Palace: Poll results won't affect Philippine-US relations

MANILA (Updated) -- The Philippine government vowed to keep a healthy relationship with the United States whoever prevails in the US presidential elections.

"Whatever the result will be, in as far as who will win—whether it's the incumbent President (Barack) Obama or Governor (Mitt) Romney—if you look at the history of American and Philippine relations, it is safe to assume that whoever wins, whether it be Republican or Democrat, we will continue the relationship and we will continue to work with them," deputy presidential spokesperson Abigail Valte said.

In a text message, Presidential Communications Development and Strategic Planning Office (PCDSPO) Secretary Ricky Carandang said, "The Aquino administration has good relations with Republicans and Democrats and is ready to work closely with whoever is the choice of the American people."

"We would expect that the current thrust of US-Philippine defense cooperation would remain essentially unchanged regardless of whether Mr. Obama or Mr. Romney wins the election," he said.

Surveys show a neck-and-neck battle for the White House on Tuesday (Wednesday in Manila) as candidates travelled to battleground states Ohio and New Hampshire over the weekend in a last-ditch attempt to convince voters.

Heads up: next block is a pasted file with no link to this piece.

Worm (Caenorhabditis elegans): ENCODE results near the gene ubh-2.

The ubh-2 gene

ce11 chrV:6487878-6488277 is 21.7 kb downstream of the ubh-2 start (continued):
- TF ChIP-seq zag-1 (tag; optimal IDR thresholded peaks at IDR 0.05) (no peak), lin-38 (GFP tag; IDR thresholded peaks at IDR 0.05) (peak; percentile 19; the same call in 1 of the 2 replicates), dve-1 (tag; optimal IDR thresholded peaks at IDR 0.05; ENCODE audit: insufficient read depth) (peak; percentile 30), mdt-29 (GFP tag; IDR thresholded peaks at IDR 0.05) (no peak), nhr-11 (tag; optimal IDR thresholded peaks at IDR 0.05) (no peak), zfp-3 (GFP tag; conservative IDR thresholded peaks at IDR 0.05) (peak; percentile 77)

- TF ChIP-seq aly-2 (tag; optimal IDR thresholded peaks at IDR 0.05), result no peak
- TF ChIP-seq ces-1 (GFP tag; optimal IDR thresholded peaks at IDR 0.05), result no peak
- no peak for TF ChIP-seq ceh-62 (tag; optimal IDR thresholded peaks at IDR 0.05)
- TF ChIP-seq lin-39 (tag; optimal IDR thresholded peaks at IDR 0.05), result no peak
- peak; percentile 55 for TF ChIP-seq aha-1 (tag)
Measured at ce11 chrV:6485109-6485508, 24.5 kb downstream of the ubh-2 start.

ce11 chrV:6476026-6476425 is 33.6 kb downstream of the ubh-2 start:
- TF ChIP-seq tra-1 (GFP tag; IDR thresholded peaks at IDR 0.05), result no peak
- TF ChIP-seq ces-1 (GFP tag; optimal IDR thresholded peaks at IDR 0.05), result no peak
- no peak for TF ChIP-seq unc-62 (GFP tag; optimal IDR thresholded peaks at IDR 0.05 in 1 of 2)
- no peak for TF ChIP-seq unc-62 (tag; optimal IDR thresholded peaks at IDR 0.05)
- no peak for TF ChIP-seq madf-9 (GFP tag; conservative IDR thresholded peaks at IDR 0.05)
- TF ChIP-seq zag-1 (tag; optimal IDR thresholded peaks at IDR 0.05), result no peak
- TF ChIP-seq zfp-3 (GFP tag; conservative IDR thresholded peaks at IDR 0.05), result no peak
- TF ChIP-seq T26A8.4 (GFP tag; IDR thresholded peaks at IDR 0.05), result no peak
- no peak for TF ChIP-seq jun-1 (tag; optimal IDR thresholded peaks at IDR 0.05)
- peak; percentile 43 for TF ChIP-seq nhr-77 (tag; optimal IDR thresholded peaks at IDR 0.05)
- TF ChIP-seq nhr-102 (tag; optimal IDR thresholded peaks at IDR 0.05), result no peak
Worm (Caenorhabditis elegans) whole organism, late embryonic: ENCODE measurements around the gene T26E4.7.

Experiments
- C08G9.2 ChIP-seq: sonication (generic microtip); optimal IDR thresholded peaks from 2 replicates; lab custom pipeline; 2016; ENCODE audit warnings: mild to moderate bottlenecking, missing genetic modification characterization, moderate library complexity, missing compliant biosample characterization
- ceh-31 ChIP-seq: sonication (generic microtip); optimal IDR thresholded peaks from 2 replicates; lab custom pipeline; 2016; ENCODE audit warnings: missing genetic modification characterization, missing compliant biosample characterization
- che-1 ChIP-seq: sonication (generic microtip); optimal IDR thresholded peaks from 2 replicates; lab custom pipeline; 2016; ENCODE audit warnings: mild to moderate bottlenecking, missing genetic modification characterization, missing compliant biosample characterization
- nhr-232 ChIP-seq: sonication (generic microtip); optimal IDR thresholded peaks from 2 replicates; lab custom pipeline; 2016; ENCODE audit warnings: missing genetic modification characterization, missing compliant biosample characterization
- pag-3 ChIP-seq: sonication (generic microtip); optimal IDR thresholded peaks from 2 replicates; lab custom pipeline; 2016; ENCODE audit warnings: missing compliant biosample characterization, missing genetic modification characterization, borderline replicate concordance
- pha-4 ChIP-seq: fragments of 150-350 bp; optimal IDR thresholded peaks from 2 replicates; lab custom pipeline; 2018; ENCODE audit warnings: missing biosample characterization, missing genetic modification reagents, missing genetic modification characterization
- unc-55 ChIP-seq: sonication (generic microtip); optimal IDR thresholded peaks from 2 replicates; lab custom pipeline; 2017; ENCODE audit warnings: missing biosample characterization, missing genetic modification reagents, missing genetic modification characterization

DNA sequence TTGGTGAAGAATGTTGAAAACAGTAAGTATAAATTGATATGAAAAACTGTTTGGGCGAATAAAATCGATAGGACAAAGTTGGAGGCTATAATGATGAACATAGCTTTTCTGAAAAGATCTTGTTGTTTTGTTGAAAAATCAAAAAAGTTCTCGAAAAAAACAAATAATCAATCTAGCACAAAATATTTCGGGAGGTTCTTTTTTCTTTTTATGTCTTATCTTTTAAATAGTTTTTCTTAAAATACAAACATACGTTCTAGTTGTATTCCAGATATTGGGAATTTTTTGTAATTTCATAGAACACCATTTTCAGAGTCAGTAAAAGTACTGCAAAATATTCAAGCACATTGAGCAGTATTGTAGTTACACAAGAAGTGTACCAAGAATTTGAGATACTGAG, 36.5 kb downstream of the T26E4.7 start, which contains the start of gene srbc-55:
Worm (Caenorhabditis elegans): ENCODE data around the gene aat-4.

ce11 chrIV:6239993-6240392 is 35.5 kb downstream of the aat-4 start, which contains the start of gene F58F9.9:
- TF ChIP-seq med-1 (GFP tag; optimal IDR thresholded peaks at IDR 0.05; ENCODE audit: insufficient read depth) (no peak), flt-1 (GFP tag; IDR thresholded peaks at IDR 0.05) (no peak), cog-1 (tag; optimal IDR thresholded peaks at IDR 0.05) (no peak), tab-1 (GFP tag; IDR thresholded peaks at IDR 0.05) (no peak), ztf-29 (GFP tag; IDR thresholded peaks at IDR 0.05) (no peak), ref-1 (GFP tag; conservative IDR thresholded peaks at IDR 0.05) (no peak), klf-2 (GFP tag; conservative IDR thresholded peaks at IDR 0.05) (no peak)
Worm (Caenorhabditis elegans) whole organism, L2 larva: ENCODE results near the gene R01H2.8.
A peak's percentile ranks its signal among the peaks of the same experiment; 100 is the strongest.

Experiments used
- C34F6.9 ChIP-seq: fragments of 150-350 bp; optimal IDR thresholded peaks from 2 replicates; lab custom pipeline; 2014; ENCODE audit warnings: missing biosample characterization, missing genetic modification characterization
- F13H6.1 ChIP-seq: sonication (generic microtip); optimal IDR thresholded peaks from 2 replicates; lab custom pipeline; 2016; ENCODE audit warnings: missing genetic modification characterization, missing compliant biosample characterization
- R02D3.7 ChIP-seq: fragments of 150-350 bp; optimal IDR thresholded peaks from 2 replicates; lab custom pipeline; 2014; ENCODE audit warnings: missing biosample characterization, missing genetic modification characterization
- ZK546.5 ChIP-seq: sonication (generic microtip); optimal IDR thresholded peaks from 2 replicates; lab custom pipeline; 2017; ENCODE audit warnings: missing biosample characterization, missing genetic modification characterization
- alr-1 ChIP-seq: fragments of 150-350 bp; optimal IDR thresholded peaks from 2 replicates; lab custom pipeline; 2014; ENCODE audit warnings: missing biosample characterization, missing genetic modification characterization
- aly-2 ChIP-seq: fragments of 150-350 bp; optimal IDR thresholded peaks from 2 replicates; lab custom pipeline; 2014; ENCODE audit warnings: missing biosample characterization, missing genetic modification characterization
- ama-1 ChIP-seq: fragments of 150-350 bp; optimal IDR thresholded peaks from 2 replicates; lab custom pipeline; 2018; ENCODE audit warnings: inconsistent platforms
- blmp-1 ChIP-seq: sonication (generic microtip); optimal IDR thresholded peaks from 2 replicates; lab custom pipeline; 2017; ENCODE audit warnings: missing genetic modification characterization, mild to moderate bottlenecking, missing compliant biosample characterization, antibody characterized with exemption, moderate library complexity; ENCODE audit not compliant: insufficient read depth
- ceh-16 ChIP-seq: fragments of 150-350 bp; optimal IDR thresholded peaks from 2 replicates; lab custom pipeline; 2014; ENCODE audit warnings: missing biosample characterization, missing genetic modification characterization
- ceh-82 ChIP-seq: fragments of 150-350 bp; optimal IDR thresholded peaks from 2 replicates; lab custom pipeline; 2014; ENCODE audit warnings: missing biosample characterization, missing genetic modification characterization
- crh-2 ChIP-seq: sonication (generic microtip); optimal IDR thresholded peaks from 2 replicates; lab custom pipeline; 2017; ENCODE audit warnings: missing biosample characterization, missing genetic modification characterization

Obama, whose term marked the country's slow recovery from financial crisis, has been painted by Romney as a man who failed short of his promises to turn around the economy. The Democrat president, on the other hand, blasted Romney for his lack of experience in foreign policy and scaring voters that US jobs will be continuously outsourced.

Unlike in the Philippines, American presidential candidates have to amass electoral votes (determined through state population and representation in Congress) in state-by-state contests. It takes 270 of the 538 electoral votes at stake to win the presidency.

Meantime, the US Embassy will hold a mock election, live updates of election returns, election trivia, a free photo booth, and election-related information through interaction points on Wednesday.

Dubbed "US Election Watch 2012," the event at SM North Edsa in Quezon City set from 10 a.m. to 3 p.m. is open to the public and free of charge. Embassy representatives will also answer questions about elections and democracy in the US.

"The United States and the Philippines proudly share the values of participatory democracy and the right to choose our own leaders," said US Ambassador Harry Thomas Jr. "Regardless of who wins, I look forward to celebrating this democratic tradition with Filipinos and Americans alike." (Jill Beltran/Virgil Lopez/Sunnex)


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